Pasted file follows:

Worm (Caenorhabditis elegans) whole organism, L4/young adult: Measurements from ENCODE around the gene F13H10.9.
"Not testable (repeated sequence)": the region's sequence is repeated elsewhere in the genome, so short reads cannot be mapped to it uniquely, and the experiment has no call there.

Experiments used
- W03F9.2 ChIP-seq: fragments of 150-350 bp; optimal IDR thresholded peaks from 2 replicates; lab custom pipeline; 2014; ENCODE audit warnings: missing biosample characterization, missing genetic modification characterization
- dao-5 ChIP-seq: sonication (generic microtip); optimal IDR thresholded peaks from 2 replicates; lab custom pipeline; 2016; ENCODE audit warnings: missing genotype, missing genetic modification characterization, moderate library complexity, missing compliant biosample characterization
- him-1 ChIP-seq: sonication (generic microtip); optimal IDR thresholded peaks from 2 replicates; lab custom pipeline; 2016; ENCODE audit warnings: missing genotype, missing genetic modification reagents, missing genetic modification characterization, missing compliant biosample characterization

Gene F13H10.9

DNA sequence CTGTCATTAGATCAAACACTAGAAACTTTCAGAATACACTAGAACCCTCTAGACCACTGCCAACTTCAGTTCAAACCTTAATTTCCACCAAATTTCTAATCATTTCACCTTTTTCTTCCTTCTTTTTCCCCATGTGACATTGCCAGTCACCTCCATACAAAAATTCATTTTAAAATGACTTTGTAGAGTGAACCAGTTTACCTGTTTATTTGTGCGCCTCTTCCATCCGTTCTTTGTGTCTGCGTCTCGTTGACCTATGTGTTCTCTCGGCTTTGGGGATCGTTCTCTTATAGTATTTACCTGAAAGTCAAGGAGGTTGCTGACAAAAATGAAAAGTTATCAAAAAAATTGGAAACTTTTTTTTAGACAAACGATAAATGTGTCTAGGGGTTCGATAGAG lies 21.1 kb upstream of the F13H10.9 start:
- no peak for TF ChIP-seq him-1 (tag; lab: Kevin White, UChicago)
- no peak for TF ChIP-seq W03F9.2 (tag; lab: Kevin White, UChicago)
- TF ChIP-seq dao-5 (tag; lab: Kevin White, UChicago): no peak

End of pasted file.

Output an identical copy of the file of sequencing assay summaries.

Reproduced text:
Worm (Caenorhabditis elegans) whole organism, L4/young adult: Measurements from ENCODE around the gene F13H10.9.
"Not testable (repeated sequence)": the region's sequence is repeated elsewhere in the genome, so short reads cannot be mapped to it uniquely, and the experiment has no call there.

Experiments used
- W03F9.2 ChIP-seq: fragments of 150-350 bp; optimal IDR thresholded peaks from 2 replicates; lab custom pipeline; 2014; ENCODE audit warnings: missing biosample characterization, missing genetic modification characterization
- dao-5 ChIP-seq: sonication (generic microtip); optimal IDR thresholded peaks from 2 replicates; lab custom pipeline; 2016; ENCODE audit warnings: missing genotype, missing genetic modification characterization, moderate library complexity, missing compliant biosample characterization
- him-1 ChIP-seq: sonication (generic microtip); optimal IDR thresholded peaks from 2 replicates; lab custom pipeline; 2016; ENCODE audit warnings: missing genotype, missing genetic modification reagents, missing genetic modification characterization, missing compliant biosample characterization

Gene F13H10.9

DNA sequence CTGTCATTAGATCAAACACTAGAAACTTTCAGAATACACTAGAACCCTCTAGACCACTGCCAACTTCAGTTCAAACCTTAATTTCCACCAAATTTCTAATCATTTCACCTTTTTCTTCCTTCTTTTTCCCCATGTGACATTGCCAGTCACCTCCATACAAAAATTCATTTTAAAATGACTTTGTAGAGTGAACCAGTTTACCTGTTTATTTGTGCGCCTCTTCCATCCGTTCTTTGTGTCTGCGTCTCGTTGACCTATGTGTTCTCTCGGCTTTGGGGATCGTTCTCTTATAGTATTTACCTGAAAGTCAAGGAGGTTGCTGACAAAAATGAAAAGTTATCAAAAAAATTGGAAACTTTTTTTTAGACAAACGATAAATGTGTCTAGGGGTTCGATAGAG lies 21.1 kb upstream of the F13H10.9 start:
- no peak for TF ChIP-seq him-1 (tag; lab: Kevin White, UChicago)
- no peak for TF ChIP-seq W03F9.2 (tag; lab: Kevin White, UChicago)
- TF ChIP-seq dao-5 (tag; lab: Kevin White, UChicago): no peak